You cannot teach a man anything;  you can only help him find it within himself..........Galileo Galilei
Sometimes I deliberately make mistakes, just to test you!  …………….Bob Offline

#9 2021-12-10 12:30:21

Hannibal lecter
Member Registered: 2016-02-11
Posts: 330

Re: converting a decimal value into a percent method

Bob wrote:

hi

13.290 M  / 12.853 M = 1.034

You are wondering how they got the correct percentage from this.

So an easy way to get the % increase from is just to take off the 1 (= 12.853/12.853)

In situations like these taking off the 1 will always work as 1 is the same as 100% which is the original amount before the increase.

Bob

from this screenshot I'll post in the following please if you may see it I highlighted the value by red color :
so is the number 1 + 0.034 = (1.034) called a growth factor or constant of growth  or the exponent? but the exponent is ≈ 2.718?!!?

and why the book used this way? not this regular  law the we always use to find percentage increase { [amount of increase] / [original amount]  times 100%) }
, to illustrate the meaning of 1.034??

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#10 2021-12-10 22:14:37

Bob Registered: 2010-06-20
Posts: 9,358

Re: converting a decimal value into a percent method

hi,

To work out a new value after a percentage increase you would do this:

old value x percentage = increase

new value = old value plus increase.

So it takes two steps.

example:

Increase \$35 by 20%

35 x 20/100 = 7

new value = 35 + 7 = \$42

But there is short cut that uses multipliers.

So the multiplier for a 20% increase is 1 + 20/100 = 1 + 0.2 = 1.2

new value = old value x multiplier = 35 x 1.2 = 42

It's worth using this method, especially if you have a lot of calculation involving the same % increase.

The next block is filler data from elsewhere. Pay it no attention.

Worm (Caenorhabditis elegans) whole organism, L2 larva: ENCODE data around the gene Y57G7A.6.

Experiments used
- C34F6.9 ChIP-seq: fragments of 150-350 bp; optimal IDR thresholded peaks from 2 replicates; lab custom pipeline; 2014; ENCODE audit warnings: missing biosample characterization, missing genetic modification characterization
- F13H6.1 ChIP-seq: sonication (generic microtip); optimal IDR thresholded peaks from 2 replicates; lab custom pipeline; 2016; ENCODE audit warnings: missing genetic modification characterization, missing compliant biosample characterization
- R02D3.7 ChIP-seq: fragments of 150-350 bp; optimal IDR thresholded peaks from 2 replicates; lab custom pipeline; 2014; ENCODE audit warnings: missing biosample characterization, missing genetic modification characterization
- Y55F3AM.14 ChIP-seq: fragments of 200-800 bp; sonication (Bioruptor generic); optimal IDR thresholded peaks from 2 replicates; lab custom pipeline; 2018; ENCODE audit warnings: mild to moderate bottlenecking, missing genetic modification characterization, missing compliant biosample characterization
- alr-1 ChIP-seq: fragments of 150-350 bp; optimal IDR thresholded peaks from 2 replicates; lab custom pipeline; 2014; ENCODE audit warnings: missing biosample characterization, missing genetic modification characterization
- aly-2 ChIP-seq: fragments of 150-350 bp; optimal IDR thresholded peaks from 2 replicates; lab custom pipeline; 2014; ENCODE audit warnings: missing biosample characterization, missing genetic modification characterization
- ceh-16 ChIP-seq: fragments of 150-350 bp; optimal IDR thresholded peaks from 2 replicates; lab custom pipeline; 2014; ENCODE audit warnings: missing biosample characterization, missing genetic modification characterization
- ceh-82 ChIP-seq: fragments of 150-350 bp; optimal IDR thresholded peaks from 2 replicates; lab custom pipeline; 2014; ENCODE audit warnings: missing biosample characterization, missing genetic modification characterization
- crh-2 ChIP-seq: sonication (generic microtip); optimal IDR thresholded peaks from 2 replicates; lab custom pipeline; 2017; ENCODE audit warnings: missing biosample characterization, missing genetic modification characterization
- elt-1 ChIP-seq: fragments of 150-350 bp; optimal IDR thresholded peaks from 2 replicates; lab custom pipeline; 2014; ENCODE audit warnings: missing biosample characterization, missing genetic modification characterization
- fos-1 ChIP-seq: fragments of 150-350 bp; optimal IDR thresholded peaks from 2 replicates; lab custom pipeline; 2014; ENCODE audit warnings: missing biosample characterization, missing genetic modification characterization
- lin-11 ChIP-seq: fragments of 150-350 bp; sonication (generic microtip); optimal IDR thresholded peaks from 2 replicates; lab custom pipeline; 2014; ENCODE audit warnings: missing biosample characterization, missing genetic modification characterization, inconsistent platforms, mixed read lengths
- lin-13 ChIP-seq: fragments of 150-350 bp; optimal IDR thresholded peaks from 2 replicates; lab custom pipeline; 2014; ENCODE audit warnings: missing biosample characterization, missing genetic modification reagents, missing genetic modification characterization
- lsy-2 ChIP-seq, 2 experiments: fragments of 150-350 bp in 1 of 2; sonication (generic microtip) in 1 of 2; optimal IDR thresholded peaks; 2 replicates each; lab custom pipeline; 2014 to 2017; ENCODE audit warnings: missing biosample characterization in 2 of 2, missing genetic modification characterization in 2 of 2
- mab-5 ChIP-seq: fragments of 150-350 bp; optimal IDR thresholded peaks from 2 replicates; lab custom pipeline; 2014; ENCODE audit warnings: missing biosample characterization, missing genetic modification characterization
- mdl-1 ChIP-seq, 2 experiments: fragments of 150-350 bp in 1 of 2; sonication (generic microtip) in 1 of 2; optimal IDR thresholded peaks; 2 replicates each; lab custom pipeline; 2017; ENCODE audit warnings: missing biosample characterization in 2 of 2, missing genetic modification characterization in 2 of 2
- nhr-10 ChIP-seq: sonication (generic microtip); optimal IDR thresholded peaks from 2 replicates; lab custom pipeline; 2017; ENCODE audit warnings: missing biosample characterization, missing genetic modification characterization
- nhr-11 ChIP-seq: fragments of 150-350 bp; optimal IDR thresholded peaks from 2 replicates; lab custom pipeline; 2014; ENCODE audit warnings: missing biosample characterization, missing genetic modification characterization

example.

Increase each of these amounts by 15%.

Multiplier = 1.15

Old value = \$100    new value = 100 x 1.15 = \$115

Old value = \$150    new value = 150 x 1.15 = \$172.50

Old value = \$300    new value = 300 x 1.15 =  \$345.00

Bob

Children are not defined by school ...........The Fonz
You cannot teach a man anything;  you can only help him find it within himself..........Galileo Galilei
Sometimes I deliberately make mistakes, just to test you!  …………….Bob Offline

#11 2021-12-11 04:09:42

Hannibal lecter
Member Registered: 2016-02-11
Posts: 330

Re: converting a decimal value into a percent method

Bob wrote:

It's worth using this method, especially if you have a lot of calculation involving the same % increase.

Bob

I completely now understand the methods and everything about that multiplier
can you please see this following photo (I highlighted the number in red lines) :- posted image

the book called this multiplier a growth factor! as you can see,
so is that multiplier the same as exponent? or what is it called
is it right to called it a growth factor
and thanks

Last edited by Hannibal lecter (2021-12-11 04:20:11)

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#12 2021-12-12 03:18:43

Bob Registered: 2010-06-20
Posts: 9,358

Re: converting a decimal value into a percent method

Try plotting a graph you = a.b^x for different values of a and b.
You'll find all these have a similar shape.

When the multiplier is x2 the graph is y =a.2^x

So if a = 5 for example, x = 0 gives y = 5

x = 1 y = 10
x = 2 y = 20
x = 3 y = 40

And so on

Bob

Children are not defined by school ...........The Fonz
You cannot teach a man anything;  you can only help him find it within himself..........Galileo Galilei
Sometimes I deliberately make mistakes, just to test you!  …………….Bob Offline